Sunday, November 27, 2005

Punjabi transnational cool

Oy, Chak de Phatte! How is it that a language and a culture that, for long, have been the butt of a national culture of jokes have suddenly attained the status of transnational cool?
The Indian Express Saturday, July 30, 2005
Over the past 10 years or so, Punjabi language and culture have increasingly become part of a global cultural traffic that includes Bollywood films, rap and dance music, and the ‘‘Bhangra beat’’ phenomenon that attracts fans from across a number of different cultural backgrounds. From Monsoon Wedding to Bride and Prejudice, and from the numerous Mahi vey (and Shava shava) songs of Hindi films to MC Punjabi numbers produced in the United Kingdom, Punjabiyat is in. Indeed, it has become almost become the dominant mode of representing India to the world, as well as to itself. The idea that ‘‘Punjabiness’’ embodies an authentic Indian-ness is an important part of its global popularity.
As is well known, from the 1950s onwards, some of the most significant actors in Hindi cinema were of Punjabi background. So, whether it was the Kapoor clan, Dev Anand, Balraj Sahni, Sunil Dutt, Jeetendra, or Rajesh Khanna, Punjabi men were major contributors to the acting pool. Yet, curiously enough, Punjabi culture and music were very rarely portrayed in a positive manner. More often than not, when Punjabi-ness was represented, it was a comical presence. Think, for example, of the Koi mein jhoot boleya number in the 1956 classic Jagte Raho. Here, a bunch of overweight Sikh gentlemen cavorting around the staircases and passageways of an apartment block provide the ‘‘humorous’’ backdrop. During the same period that Indian popular culture was skewed towards representing India as, essentially, of the Gangetic plains region (even though the purveyors of this idea in terms of, say, singers, actors, and film directors were frequently Punjabi), another important process was in train.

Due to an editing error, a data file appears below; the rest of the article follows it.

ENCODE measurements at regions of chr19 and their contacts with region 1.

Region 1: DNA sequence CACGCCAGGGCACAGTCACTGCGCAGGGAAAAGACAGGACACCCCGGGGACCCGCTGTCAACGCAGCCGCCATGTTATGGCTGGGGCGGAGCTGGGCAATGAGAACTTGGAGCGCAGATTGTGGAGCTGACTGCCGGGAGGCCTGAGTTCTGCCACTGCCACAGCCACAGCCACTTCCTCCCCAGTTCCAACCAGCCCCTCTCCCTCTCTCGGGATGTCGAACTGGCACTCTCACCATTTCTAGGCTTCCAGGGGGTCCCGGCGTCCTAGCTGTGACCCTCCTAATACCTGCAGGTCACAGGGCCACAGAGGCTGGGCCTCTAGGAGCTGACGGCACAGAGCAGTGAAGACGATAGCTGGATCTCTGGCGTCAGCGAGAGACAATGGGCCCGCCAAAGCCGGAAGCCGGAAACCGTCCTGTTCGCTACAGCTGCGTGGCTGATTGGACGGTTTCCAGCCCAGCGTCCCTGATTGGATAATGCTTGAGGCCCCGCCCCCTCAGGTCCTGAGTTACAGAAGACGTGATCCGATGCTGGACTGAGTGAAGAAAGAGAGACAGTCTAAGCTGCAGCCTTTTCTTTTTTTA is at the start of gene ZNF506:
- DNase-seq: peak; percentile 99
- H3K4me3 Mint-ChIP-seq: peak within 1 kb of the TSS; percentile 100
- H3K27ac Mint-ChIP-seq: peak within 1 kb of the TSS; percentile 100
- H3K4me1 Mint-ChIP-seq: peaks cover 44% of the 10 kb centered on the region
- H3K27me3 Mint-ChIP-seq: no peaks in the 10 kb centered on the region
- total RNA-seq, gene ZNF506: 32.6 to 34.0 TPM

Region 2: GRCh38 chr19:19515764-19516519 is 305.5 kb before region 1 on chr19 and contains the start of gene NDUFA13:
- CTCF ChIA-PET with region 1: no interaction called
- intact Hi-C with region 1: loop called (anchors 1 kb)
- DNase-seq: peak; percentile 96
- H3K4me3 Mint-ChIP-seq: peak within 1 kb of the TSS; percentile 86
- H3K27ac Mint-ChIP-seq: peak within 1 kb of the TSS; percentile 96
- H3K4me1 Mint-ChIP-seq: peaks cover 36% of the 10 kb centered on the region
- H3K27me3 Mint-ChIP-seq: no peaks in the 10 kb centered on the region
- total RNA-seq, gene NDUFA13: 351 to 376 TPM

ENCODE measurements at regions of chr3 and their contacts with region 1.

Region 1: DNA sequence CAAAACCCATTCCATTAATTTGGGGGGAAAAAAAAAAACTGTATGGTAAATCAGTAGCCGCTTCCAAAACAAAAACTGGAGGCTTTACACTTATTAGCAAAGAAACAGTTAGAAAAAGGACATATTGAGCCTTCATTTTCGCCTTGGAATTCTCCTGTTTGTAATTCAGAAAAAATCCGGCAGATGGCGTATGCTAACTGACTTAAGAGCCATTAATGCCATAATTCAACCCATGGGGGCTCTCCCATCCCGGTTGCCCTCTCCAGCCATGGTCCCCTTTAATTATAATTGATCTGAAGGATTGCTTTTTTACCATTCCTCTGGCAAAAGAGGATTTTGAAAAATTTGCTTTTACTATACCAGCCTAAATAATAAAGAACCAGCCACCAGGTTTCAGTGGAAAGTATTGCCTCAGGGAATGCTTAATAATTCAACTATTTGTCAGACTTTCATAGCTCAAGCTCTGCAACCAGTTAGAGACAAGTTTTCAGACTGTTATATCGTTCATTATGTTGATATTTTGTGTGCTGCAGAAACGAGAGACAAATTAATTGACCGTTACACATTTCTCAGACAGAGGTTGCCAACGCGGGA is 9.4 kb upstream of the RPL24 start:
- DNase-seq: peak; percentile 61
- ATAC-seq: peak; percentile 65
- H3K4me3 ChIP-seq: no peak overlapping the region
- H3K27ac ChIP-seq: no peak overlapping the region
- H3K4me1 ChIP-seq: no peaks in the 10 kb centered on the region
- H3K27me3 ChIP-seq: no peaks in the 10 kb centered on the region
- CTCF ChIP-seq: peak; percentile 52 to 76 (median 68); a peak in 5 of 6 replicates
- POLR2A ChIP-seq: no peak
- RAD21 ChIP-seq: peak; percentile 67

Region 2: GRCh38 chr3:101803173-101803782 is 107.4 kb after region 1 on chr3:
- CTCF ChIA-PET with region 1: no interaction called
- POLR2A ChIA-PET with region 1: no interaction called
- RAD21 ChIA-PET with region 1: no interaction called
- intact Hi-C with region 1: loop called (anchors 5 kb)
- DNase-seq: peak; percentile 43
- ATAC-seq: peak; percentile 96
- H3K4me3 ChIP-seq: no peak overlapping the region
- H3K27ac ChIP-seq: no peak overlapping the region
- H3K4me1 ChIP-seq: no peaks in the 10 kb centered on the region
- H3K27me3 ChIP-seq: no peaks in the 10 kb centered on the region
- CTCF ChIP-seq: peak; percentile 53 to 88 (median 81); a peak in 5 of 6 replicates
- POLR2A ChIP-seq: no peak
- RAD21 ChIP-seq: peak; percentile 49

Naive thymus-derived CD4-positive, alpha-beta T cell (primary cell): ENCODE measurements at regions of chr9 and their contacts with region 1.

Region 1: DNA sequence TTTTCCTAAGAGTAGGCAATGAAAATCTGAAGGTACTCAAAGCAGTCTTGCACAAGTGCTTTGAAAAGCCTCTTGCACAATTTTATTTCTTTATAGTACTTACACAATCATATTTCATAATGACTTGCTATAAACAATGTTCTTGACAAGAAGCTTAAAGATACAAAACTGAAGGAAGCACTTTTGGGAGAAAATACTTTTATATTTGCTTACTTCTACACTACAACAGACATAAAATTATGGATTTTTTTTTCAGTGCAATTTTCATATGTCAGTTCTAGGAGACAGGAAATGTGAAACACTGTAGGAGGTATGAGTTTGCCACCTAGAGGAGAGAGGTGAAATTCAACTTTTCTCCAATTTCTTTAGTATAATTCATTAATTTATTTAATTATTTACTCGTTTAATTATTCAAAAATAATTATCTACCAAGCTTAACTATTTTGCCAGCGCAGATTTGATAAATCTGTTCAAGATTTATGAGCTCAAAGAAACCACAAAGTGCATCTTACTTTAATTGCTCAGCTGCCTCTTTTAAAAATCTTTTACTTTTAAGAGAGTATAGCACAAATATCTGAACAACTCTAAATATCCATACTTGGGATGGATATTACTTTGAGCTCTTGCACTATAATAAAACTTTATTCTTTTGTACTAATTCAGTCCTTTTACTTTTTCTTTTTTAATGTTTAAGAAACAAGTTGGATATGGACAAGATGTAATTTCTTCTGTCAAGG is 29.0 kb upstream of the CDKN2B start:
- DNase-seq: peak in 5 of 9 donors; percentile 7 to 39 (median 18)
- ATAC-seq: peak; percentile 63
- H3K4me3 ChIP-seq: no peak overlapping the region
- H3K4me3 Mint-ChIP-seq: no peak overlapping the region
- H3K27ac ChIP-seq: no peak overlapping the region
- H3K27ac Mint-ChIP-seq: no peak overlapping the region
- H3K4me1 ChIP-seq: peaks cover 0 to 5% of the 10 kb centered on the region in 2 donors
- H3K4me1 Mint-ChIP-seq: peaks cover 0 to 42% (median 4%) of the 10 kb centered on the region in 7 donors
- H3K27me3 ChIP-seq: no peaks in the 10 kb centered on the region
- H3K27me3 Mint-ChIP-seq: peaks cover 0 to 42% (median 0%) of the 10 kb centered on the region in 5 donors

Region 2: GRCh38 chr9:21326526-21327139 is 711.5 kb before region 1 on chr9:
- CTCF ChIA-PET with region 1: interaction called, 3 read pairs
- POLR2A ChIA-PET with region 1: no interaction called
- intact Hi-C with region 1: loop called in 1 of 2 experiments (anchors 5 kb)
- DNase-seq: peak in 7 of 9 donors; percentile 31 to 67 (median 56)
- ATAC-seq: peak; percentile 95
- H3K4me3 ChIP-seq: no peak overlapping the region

This was the slow but substantial movement of migrants of Punjabi origin to foreign shores, most notably the UK, Canada, and to a lesser extent, the US. However, it was their children — the UK born Asians — who sought Punjabi culture through a process of cultural assertion. The Punjabi assertion overseas was quickly recognised by Indian film-makers as an important window of opportunity for their products. In any discussion of Punjabi culture and its circulation it is impossible not to mention the global popularity of Bhangra. Of course, there is no one Punjabi-ness that finds play. Whereas Indian cinema has tended to be somewhat conservative in its depictions (the ‘‘good’’ male of Indian origin will invariably marry a ‘‘good’’ Indian woman, and respect his elders), musical production originating among diasporic youth cultures have had greater political edge. For, in the latter instance, they address the politics of ethnicity, family life, multi-culturalism, etc. in ways that are different from the Indian case.
And, at the present time, it would appear that mainstream India now considers Punjabi-ness as representative of the new go-getting, consumerist Indian identity, one that can more truly reflect the current phase of economic and cultural liberalisation. In the politics of representation, Gangetic Indian-ness appears to have given way to its perceived antithesis, a quick-witted Punjabi-ness at home in the world. And, oh yes, it helps that some of the music out there is also both innovative and full of foot-tapping rhythms. The writer is a Visiting Fellow at Centre for the Study of Developing Societies, Delhi

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